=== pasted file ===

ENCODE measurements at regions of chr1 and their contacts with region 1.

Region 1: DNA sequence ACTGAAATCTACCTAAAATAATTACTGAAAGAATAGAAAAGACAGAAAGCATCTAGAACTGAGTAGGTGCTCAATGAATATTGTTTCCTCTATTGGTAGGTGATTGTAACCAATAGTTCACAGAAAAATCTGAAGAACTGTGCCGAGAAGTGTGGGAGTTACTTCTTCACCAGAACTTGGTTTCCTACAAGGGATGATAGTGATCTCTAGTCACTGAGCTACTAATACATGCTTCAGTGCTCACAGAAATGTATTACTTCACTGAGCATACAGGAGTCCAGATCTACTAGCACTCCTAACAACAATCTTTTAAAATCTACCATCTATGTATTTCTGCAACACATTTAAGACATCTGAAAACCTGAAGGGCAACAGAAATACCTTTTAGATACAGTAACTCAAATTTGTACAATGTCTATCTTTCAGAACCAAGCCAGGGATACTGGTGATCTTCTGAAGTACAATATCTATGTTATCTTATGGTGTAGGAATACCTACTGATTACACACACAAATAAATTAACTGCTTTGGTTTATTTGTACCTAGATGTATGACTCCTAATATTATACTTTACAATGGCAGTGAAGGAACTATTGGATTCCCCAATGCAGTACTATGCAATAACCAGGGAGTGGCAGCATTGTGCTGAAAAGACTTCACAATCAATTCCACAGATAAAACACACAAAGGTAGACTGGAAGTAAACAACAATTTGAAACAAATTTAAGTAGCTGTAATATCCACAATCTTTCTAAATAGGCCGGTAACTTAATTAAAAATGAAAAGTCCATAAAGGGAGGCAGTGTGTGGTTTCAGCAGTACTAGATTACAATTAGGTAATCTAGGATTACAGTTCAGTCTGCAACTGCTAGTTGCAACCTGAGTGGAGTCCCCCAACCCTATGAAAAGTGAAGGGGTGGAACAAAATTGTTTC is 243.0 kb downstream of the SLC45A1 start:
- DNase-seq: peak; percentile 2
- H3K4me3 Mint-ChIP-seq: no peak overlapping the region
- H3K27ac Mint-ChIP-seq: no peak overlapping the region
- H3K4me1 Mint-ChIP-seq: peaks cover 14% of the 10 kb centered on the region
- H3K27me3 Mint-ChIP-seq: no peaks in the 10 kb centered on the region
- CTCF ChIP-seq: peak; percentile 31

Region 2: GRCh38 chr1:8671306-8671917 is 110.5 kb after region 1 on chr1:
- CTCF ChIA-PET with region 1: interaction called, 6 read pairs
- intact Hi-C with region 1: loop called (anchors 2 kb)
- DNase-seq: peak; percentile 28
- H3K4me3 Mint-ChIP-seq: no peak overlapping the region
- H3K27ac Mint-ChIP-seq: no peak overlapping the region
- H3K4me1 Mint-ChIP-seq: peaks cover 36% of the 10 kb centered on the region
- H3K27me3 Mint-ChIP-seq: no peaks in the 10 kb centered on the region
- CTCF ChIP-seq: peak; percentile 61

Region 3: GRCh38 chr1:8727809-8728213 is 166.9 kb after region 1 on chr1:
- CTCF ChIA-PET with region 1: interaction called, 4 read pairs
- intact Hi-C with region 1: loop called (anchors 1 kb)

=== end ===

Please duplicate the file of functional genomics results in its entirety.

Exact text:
ENCODE measurements at regions of chr1 and their contacts with region 1.

Region 1: DNA sequence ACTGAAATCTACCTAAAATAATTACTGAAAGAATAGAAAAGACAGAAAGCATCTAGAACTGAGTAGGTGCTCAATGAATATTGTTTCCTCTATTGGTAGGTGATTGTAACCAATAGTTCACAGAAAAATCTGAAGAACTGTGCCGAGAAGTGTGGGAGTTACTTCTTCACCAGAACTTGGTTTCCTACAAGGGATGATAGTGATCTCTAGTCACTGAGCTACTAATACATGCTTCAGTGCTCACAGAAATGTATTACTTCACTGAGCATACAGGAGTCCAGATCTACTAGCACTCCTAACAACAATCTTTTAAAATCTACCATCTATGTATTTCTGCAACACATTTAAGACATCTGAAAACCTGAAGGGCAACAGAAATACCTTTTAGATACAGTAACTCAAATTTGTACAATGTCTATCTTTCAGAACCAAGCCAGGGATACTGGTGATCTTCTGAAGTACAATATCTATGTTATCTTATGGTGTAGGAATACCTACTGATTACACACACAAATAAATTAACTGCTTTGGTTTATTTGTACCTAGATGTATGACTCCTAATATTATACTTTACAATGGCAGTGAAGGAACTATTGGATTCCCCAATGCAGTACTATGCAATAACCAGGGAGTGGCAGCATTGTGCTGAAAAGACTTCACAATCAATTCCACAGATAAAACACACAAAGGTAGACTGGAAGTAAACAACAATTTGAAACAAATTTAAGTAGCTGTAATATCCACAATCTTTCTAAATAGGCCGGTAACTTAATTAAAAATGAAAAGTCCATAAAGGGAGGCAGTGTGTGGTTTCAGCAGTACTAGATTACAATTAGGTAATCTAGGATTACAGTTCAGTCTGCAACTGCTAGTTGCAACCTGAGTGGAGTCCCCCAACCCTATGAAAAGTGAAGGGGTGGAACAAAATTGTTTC is 243.0 kb downstream of the SLC45A1 start:
- DNase-seq: peak; percentile 2
- H3K4me3 Mint-ChIP-seq: no peak overlapping the region
- H3K27ac Mint-ChIP-seq: no peak overlapping the region
- H3K4me1 Mint-ChIP-seq: peaks cover 14% of the 10 kb centered on the region
- H3K27me3 Mint-ChIP-seq: no peaks in the 10 kb centered on the region
- CTCF ChIP-seq: peak; percentile 31

Region 2: GRCh38 chr1:8671306-8671917 is 110.5 kb after region 1 on chr1:
- CTCF ChIA-PET with region 1: interaction called, 6 read pairs
- intact Hi-C with region 1: loop called (anchors 2 kb)
- DNase-seq: peak; percentile 28
- H3K4me3 Mint-ChIP-seq: no peak overlapping the region
- H3K27ac Mint-ChIP-seq: no peak overlapping the region
- H3K4me1 Mint-ChIP-seq: peaks cover 36% of the 10 kb centered on the region
- H3K27me3 Mint-ChIP-seq: no peaks in the 10 kb centered on the region
- CTCF ChIP-seq: peak; percentile 61

Region 3: GRCh38 chr1:8727809-8728213 is 166.9 kb after region 1 on chr1:
- CTCF ChIA-PET with region 1: interaction called, 4 read pairs
- intact Hi-C with region 1: loop called (anchors 1 kb)